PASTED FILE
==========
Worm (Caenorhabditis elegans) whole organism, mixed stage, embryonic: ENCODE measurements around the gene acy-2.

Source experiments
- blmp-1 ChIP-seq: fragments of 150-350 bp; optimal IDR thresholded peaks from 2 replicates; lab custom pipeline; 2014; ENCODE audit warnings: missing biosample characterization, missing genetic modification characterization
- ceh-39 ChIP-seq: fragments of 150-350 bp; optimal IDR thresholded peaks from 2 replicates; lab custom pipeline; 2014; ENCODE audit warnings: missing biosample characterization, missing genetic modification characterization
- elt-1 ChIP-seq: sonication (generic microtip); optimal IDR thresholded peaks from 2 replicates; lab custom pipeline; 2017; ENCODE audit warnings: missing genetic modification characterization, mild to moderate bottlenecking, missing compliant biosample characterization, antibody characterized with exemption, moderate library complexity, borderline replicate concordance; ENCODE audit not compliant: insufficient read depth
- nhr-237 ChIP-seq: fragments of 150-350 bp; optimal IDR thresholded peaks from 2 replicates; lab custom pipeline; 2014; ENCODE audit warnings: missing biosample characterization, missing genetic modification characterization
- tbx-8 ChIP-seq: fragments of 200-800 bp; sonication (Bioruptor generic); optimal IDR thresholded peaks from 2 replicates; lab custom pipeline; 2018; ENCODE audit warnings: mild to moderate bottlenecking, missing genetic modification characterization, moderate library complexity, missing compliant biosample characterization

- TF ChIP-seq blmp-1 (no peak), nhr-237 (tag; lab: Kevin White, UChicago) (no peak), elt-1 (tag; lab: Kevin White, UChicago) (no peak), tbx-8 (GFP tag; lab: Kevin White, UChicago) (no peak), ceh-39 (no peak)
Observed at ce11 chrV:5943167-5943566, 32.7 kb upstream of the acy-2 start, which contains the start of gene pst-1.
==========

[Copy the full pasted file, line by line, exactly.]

Worm (Caenorhabditis elegans) whole organism, mixed stage, embryonic: ENCODE measurements around the gene acy-2.

Source experiments
- blmp-1 ChIP-seq: fragments of 150-350 bp; optimal IDR thresholded peaks from 2 replicates; lab custom pipeline; 2014; ENCODE audit warnings: missing biosample characterization, missing genetic modification characterization
- ceh-39 ChIP-seq: fragments of 150-350 bp; optimal IDR thresholded peaks from 2 replicates; lab custom pipeline; 2014; ENCODE audit warnings: missing biosample characterization, missing genetic modification characterization
- elt-1 ChIP-seq: sonication (generic microtip); optimal IDR thresholded peaks from 2 replicates; lab custom pipeline; 2017; ENCODE audit warnings: missing genetic modification characterization, mild to moderate bottlenecking, missing compliant biosample characterization, antibody characterized with exemption, moderate library complexity, borderline replicate concordance; ENCODE audit not compliant: insufficient read depth
- nhr-237 ChIP-seq: fragments of 150-350 bp; optimal IDR thresholded peaks from 2 replicates; lab custom pipeline; 2014; ENCODE audit warnings: missing biosample characterization, missing genetic modification characterization
- tbx-8 ChIP-seq: fragments of 200-800 bp; sonication (Bioruptor generic); optimal IDR thresholded peaks from 2 replicates; lab custom pipeline; 2018; ENCODE audit warnings: mild to moderate bottlenecking, missing genetic modification characterization, moderate library complexity, missing compliant biosample characterization

- TF ChIP-seq blmp-1 (no peak), nhr-237 (tag; lab: Kevin White, UChicago) (no peak), elt-1 (tag; lab: Kevin White, UChicago) (no peak), tbx-8 (GFP tag; lab: Kevin White, UChicago) (no peak), ceh-39 (no peak)
Observed at ce11 chrV:5943167-5943566, 32.7 kb upstream of the acy-2 start, which contains the start of gene pst-1.